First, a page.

New York -- Nielsen Media Research CEO Susan Whiting Thursday defended the company’s plans to install “Local People Meters” here and in other major markets this year.
Arguing that the LPMs underrepresent black and Latino viewers, News Corp. has led a campaign to get Nielsen to drop its plans to use LPMs -- which are used for Nielsen’s national sample -- to measure viewing in major cities.
“There is actually a very similar amount of viewing among African Americans in our new People Meter sample [compared] to the old system,” Whiting said at a Television Bureau of Advertising conference here. “It’s not a decrease in viewing -- it’s a change in the channels being viewed.”
Nielsen had planned to roll out the LPMs here April 8, but the company delayed the rollout until June 3, under pressure from politicians and groups such as the National Association for the Advancement of Colored People.
Whiting said the campaign from News Corp. has made it more difficult to enlist homes for the LPM sample, which could have an impact on scheduled rollouts later this year.
“I think the greatest shame and the thing that everybody in the business should really pay attention to is that a publicity campaign like this certainly can have an impact upon people in the marketplace,” Whiting said.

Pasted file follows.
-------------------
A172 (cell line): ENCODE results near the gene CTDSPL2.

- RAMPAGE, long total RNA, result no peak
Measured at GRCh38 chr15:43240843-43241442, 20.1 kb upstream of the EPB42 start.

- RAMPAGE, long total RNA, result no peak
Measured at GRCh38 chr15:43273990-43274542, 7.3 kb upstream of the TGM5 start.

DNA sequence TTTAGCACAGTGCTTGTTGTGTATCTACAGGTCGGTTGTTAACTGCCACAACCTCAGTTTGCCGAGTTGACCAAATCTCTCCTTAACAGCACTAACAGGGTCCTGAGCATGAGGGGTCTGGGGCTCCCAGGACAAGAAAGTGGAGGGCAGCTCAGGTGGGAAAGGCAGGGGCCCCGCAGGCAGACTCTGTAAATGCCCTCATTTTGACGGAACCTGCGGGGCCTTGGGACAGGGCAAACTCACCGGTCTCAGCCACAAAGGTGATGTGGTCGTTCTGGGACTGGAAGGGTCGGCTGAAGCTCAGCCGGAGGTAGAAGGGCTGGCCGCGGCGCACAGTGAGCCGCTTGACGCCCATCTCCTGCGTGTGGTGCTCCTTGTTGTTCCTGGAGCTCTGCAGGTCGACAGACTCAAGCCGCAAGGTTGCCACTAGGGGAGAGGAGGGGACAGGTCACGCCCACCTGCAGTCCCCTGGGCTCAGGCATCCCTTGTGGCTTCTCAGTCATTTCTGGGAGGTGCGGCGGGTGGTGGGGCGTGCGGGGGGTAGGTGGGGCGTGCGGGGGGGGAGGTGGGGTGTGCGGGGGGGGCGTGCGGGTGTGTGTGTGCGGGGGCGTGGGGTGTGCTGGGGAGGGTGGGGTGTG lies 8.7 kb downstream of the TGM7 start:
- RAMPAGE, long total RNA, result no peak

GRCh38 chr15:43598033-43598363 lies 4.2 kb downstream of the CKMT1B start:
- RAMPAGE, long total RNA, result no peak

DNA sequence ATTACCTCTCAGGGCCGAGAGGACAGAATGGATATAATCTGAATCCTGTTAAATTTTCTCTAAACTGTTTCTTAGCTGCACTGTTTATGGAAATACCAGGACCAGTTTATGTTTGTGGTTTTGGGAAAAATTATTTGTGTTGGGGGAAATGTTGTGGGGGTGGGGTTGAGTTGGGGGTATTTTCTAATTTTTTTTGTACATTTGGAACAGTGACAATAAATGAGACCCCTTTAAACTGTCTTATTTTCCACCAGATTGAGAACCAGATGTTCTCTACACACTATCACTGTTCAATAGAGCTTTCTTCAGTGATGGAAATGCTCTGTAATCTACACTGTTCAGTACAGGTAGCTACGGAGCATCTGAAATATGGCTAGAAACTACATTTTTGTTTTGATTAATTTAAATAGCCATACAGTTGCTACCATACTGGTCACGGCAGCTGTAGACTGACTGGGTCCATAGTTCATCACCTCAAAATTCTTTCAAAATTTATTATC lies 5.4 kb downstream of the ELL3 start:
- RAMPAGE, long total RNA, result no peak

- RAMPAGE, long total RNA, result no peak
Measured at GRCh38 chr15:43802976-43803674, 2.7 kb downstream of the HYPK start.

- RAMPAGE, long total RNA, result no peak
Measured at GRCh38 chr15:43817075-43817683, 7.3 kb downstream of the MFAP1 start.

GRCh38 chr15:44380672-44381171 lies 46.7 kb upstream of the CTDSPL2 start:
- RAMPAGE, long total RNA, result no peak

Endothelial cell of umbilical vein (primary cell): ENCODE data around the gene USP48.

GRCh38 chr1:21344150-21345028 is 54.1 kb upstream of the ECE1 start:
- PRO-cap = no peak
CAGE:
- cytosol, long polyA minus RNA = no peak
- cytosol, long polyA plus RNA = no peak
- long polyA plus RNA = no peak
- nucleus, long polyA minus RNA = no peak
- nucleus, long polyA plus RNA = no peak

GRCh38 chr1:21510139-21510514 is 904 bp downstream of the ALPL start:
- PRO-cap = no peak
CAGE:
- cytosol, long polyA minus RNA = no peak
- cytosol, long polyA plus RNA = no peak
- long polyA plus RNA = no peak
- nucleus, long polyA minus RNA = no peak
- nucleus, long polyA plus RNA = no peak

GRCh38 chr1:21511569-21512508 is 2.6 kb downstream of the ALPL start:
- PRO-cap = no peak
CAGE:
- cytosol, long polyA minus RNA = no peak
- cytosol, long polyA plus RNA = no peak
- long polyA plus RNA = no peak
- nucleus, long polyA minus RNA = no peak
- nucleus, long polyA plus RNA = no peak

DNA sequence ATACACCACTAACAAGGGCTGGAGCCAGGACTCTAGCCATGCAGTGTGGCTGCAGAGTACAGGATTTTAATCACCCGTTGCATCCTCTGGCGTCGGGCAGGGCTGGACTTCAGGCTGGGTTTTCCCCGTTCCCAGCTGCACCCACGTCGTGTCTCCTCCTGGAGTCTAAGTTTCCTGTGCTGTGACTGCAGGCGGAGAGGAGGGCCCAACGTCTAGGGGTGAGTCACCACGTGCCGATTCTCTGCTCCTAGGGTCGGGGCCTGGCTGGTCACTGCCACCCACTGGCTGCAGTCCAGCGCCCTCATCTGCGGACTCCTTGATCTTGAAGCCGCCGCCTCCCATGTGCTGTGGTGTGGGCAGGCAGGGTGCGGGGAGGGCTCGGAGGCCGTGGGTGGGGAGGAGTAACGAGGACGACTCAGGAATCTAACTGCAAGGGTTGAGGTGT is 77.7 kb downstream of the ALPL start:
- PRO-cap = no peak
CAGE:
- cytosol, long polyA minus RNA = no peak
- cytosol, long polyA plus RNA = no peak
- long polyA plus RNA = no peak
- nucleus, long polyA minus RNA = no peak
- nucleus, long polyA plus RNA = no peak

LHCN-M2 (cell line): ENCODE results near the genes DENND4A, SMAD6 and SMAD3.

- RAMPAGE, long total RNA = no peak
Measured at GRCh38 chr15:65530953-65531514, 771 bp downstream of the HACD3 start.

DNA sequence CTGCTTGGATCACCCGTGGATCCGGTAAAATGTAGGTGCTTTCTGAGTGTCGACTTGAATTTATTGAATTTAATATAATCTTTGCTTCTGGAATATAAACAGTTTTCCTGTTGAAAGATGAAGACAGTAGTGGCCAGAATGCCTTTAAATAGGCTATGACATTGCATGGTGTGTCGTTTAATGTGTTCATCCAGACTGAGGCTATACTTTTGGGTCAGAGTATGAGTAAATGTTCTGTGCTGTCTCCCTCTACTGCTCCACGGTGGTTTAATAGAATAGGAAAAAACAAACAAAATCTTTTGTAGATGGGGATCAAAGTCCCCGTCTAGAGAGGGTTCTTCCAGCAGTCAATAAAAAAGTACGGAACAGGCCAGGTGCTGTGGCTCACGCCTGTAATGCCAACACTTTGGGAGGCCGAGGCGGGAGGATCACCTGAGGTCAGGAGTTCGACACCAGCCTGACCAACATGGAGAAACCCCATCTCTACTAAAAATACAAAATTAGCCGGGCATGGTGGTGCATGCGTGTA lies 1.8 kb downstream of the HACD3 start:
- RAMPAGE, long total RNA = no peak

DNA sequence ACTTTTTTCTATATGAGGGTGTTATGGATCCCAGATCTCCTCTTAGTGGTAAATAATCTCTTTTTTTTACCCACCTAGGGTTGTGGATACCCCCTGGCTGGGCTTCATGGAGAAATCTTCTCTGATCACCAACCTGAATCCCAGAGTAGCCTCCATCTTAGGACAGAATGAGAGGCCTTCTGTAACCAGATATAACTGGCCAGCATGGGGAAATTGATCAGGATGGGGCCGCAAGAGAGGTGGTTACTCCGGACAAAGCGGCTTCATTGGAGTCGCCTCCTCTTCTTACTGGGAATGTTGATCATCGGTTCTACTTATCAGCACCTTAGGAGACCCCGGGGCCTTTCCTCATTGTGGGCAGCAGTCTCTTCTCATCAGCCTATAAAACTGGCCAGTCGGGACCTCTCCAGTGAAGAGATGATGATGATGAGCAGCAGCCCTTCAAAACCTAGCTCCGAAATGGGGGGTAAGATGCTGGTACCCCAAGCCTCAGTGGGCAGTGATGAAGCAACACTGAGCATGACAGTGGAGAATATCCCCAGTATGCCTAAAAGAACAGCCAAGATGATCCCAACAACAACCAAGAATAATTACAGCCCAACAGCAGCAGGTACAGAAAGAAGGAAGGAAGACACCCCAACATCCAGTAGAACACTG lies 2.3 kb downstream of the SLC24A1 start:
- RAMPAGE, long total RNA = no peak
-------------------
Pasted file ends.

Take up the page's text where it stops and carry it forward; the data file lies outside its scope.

“One of the things that concerns us most is when we go out to recruit people -- and we spend so much time and energy doing it -- is that they’re not going to want to participate because they’ve heard about this situation,” she added.
Whiting said Nielsen would address any concerns raised by a task force formed by Rep. Charles Rangel (D-N.Y.) to address the LPM debate, but the firm is still on schedule to launch LPMs here in June.
LPMs are also set to roll out in Los Angeles in July and in Chicago in August.
Some media executives criticized Nielsen’s LPM plans on another TVB panel session Thursday afternoon.
Alan Frank, president of Post-Newsweek Stations, said the LPM system “is so flawed.”
He added that if Nielsen goes forward with the deployments, it should continue collecting diary data in order to allow for a comparison of the numbers.
And Fox Broadcasting Co. president of sales Jon Nesvig, whose company has led the campaign to quash LPMs, said print media should be held to the same standards. “Let’s hold other media by the same standards,” he added.